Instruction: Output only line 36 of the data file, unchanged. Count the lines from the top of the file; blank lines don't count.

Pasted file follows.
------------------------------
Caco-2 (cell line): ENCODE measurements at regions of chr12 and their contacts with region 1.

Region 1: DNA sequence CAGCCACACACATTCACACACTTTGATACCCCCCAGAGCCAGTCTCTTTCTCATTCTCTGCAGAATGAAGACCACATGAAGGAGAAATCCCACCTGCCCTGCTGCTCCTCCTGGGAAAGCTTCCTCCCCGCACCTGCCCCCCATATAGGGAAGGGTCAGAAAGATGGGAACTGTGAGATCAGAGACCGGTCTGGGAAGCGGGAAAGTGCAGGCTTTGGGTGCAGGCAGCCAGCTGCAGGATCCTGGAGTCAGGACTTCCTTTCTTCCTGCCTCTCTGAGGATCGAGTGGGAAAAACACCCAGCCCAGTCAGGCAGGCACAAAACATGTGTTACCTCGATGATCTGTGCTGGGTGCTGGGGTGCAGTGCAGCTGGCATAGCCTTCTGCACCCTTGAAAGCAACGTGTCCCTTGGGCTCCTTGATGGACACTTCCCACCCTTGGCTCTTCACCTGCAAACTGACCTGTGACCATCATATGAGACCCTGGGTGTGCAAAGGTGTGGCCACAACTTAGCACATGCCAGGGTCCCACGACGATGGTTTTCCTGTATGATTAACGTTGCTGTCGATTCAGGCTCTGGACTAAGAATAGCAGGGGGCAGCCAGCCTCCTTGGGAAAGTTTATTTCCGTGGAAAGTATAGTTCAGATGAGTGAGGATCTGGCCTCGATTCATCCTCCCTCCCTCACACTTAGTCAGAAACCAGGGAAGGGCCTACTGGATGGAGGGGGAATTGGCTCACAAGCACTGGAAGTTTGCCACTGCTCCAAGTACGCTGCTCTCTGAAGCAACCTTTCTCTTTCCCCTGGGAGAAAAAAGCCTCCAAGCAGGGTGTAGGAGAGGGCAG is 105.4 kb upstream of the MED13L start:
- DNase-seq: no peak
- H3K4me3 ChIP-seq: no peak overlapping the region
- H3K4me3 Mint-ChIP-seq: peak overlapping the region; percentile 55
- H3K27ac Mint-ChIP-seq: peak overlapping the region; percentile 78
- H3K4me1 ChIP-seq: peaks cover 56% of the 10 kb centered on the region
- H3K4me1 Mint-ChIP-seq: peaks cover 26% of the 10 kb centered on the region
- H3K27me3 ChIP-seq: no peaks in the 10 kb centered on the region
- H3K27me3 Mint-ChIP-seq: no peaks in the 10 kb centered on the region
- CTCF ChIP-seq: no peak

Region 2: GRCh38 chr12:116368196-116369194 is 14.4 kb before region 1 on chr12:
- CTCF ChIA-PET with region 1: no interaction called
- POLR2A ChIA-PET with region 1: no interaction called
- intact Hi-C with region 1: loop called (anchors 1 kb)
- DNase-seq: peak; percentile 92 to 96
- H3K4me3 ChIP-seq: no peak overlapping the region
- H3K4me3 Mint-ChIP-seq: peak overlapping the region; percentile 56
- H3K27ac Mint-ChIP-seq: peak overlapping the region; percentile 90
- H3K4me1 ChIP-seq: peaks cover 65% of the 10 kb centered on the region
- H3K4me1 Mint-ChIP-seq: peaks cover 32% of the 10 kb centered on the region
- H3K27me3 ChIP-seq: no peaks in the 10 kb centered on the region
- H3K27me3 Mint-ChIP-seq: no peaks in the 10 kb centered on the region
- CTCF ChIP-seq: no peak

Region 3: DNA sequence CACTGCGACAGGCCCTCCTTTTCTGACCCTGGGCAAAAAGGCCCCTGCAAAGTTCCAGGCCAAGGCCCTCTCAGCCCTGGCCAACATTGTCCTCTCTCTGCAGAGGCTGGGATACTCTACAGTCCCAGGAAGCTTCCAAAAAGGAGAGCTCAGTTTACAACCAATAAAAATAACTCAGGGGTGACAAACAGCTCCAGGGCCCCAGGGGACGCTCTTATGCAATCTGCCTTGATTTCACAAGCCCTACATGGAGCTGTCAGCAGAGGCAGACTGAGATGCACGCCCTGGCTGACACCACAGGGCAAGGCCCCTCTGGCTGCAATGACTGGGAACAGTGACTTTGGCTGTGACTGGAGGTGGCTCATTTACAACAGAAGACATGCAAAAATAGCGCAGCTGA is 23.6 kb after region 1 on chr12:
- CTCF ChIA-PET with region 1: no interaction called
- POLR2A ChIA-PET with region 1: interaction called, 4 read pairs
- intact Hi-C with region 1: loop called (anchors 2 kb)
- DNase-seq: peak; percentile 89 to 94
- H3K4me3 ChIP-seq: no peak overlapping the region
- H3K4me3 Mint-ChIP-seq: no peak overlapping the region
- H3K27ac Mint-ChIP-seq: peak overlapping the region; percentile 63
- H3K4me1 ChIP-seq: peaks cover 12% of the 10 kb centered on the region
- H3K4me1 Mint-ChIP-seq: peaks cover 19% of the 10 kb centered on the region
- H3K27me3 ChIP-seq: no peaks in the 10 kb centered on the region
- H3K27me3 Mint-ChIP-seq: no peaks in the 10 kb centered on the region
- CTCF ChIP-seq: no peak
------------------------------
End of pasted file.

- H3K27me3 Mint-ChIP-seq: no peaks in the 10 kb centered on the region